An English one-quart capacity tankard with a spout for pouring on one side, dating to the mid-nineteenth century.
Size: approximately 6¼” tall (the highest point on the handle) x 6¾” wide (across the handle) x 6” deep (across the spout. The base measures about 4¾” in diameter. The piece weighs about two pounds, 4¼ ounces.
The piece bears several stamp marks, including the capacity indicator, “QUART,” a horse (likely the white horse of Kent), and two excise marks, both bearing a crown over the initials VR (for Queen Victoria), one dating from the period before 1878 and one after 1878. The later, smaller, excise mark bears the number 341, indicating Kent. This points to the tankard’s capacity having been verified at least two times, both during the reign of Victoria. On the basis of the excise marks, we estimate that the piece dates from the mid-nineteenth century, the 1860s-1870s.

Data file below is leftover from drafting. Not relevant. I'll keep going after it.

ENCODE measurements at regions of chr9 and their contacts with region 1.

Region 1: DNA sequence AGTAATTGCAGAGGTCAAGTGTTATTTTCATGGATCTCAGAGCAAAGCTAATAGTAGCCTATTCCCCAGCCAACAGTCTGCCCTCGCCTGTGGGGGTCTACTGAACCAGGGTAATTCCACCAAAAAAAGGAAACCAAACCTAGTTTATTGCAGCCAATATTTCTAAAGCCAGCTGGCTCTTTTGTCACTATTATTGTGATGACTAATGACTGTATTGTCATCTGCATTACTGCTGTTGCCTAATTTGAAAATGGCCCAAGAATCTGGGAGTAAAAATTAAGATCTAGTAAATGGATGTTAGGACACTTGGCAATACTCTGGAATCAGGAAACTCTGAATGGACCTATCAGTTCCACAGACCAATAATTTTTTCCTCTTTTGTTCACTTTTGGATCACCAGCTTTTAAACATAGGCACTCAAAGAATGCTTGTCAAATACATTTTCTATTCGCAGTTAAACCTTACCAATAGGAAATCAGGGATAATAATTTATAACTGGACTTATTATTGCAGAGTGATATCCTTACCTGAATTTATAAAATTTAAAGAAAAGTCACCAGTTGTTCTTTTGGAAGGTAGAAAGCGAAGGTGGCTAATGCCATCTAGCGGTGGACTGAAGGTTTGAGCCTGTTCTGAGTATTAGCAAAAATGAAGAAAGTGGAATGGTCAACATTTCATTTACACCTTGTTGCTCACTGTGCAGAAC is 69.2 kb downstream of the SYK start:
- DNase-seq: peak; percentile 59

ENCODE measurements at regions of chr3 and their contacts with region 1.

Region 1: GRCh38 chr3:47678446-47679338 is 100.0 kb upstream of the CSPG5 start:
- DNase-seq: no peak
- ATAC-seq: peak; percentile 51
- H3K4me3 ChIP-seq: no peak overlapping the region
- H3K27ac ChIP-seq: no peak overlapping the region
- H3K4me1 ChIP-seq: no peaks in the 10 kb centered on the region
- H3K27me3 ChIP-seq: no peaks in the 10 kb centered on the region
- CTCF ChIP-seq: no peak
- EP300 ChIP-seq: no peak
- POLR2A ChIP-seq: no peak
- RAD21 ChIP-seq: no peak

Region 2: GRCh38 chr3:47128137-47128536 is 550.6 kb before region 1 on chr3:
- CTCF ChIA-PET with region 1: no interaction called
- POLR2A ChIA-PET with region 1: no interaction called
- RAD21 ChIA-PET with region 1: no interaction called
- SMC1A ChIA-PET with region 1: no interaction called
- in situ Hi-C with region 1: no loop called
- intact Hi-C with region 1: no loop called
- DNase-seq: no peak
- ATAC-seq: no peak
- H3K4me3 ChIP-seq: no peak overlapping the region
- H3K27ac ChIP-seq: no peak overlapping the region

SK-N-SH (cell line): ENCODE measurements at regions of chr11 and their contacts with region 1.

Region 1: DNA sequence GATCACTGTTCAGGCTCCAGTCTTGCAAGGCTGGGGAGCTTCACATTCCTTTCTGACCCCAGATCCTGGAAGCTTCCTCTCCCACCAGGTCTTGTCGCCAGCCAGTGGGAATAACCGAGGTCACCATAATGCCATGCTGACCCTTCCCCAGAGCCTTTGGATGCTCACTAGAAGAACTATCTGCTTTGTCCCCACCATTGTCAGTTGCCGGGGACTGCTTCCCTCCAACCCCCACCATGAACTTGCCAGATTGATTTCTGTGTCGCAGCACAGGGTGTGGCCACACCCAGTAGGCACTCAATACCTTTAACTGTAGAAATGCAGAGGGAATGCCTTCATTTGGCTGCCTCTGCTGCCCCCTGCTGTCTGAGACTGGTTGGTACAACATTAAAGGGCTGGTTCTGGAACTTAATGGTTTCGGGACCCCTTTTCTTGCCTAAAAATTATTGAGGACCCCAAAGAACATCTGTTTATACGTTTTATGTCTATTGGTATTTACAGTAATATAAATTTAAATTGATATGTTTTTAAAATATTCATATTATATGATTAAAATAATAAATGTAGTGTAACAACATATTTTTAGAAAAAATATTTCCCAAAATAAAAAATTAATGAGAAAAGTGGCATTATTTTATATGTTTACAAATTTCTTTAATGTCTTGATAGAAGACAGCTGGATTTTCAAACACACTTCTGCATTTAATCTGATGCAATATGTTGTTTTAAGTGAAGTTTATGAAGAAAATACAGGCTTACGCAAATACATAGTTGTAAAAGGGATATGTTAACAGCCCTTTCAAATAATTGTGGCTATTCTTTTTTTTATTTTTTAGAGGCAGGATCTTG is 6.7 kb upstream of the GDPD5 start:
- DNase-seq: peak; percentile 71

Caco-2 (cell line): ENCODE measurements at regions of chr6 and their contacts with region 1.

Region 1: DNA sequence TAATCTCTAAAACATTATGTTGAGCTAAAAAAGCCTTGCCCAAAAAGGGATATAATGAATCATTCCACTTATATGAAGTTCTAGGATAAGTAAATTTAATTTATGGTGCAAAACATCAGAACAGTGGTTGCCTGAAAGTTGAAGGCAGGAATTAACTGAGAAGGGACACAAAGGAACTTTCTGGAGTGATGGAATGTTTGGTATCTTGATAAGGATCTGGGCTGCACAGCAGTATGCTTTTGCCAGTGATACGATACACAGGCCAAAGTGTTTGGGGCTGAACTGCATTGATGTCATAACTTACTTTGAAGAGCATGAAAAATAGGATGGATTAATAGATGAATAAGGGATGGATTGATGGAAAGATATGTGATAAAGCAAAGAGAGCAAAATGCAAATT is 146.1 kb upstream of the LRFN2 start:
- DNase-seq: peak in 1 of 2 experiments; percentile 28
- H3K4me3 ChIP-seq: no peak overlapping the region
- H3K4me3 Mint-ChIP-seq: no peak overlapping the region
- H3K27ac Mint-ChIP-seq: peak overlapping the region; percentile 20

There are no maker’s touch marks on the tankard.
The words “Ewe & Lamb Wittersham” are etched on the side opposite the handle. The Ewe & Lamb was a public house near Dover in Kent, operating from the early 1800s until well into the 20th century. According to information available on the internet, the building still stands, although it is now a private residence.
Condition: very good for a piece this age and of this type. There are minor surface scratches and dents, which should be expected in a piece that has seen at least some use over the years, with more noticeable dents on the inner surface of the handle. On the bottom of the tankard is a label and and a name and number scratched into the metal. These were put on by the previous owner (a personal family member, who had an extensive collection of pewter), both for her own reference and for insurance purposes.
We have done our best to show such damage and flaws in the photographs we submit with this listing.
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